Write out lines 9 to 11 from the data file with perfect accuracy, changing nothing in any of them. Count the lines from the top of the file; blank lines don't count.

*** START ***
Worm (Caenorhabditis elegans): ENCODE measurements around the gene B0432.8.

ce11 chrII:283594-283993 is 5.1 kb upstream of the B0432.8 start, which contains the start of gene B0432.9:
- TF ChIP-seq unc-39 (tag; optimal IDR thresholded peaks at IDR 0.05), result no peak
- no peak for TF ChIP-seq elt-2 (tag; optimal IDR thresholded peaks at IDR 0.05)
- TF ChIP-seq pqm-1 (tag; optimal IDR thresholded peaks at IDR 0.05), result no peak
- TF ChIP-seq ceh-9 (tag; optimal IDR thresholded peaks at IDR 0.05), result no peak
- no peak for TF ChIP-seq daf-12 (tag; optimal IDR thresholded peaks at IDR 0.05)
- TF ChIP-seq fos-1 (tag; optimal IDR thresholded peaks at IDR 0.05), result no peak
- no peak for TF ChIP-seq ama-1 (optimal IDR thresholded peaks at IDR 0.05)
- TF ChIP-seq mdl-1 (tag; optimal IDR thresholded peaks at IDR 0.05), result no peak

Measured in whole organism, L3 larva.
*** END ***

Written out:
- no peak for TF ChIP-seq ama-1 (optimal IDR thresholded peaks at IDR 0.05)
- TF ChIP-seq mdl-1 (tag; optimal IDR thresholded peaks at IDR 0.05), result no peak

Measured in whole organism, L3 larva.